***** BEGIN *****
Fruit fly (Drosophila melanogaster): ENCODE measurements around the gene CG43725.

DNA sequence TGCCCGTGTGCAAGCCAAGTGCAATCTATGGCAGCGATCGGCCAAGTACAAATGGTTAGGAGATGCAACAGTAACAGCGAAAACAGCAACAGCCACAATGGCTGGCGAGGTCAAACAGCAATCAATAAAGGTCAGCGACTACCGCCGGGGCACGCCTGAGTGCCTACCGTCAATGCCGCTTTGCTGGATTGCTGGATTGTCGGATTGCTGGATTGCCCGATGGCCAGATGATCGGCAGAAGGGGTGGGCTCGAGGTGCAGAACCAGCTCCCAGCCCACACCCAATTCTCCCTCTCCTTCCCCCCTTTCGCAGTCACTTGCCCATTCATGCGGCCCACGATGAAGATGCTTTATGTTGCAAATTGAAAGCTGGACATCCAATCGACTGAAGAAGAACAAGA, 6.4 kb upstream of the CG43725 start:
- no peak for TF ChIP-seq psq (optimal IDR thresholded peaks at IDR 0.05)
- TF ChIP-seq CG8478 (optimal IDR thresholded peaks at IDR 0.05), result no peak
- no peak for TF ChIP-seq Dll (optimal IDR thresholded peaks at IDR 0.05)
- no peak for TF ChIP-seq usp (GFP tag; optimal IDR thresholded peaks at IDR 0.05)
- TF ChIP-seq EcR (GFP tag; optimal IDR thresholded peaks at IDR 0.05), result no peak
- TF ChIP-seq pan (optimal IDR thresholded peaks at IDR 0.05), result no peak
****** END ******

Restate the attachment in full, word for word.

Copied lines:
Fruit fly (Drosophila melanogaster): ENCODE measurements around the gene CG43725.

DNA sequence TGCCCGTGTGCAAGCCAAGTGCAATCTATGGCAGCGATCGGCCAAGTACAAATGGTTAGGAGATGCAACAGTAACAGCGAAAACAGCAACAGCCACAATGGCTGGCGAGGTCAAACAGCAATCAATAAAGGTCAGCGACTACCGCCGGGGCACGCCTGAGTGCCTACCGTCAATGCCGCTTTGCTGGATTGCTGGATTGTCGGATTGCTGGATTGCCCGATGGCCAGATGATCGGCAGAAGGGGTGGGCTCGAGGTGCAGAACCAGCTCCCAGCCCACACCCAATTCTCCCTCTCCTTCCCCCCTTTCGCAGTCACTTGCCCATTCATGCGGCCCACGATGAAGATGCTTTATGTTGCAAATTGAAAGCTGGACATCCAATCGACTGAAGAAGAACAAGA, 6.4 kb upstream of the CG43725 start:
- no peak for TF ChIP-seq psq (optimal IDR thresholded peaks at IDR 0.05)
- TF ChIP-seq CG8478 (optimal IDR thresholded peaks at IDR 0.05), result no peak
- no peak for TF ChIP-seq Dll (optimal IDR thresholded peaks at IDR 0.05)
- no peak for TF ChIP-seq usp (GFP tag; optimal IDR thresholded peaks at IDR 0.05)
- TF ChIP-seq EcR (GFP tag; optimal IDR thresholded peaks at IDR 0.05), result no peak
- TF ChIP-seq pan (optimal IDR thresholded peaks at IDR 0.05), result no peak